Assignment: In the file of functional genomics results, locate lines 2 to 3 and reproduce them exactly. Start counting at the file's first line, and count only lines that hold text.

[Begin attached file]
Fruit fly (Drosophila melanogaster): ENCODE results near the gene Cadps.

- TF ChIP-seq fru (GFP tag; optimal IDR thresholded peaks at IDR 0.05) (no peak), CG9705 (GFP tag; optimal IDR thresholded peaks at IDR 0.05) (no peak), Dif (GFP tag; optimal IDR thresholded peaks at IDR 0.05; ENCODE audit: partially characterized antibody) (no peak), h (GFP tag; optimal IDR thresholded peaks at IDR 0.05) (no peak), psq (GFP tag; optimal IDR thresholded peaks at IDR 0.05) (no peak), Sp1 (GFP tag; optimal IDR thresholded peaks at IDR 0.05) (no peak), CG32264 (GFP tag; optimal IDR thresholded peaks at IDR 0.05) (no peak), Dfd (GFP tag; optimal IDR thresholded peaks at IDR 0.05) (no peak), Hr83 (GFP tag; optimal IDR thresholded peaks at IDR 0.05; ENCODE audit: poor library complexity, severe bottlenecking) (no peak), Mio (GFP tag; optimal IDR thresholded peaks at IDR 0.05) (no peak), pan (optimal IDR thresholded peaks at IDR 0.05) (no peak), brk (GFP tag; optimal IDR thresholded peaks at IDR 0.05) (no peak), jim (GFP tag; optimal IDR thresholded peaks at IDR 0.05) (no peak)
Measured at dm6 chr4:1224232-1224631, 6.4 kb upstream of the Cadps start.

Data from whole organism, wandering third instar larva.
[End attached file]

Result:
- TF ChIP-seq fru (GFP tag; optimal IDR thresholded peaks at IDR 0.05) (no peak), CG9705 (GFP tag; optimal IDR thresholded peaks at IDR 0.05) (no peak), Dif (GFP tag; optimal IDR thresholded peaks at IDR 0.05; ENCODE audit: partially characterized antibody) (no peak), h (GFP tag; optimal IDR thresholded peaks at IDR 0.05) (no peak), psq (GFP tag; optimal IDR thresholded peaks at IDR 0.05) (no peak), Sp1 (GFP tag; optimal IDR thresholded peaks at IDR 0.05) (no peak), CG32264 (GFP tag; optimal IDR thresholded peaks at IDR 0.05) (no peak), Dfd (GFP tag; optimal IDR thresholded peaks at IDR 0.05) (no peak), Hr83 (GFP tag; optimal IDR thresholded peaks at IDR 0.05; ENCODE audit: poor library complexity, severe bottlenecking) (no peak), Mio (GFP tag; optimal IDR thresholded peaks at IDR 0.05) (no peak), pan (optimal IDR thresholded peaks at IDR 0.05) (no peak), brk (GFP tag; optimal IDR thresholded peaks at IDR 0.05) (no peak), jim (GFP tag; optimal IDR thresholded peaks at IDR 0.05) (no peak)
Measured at dm6 chr4:1224232-1224631, 6.4 kb upstream of the Cadps start.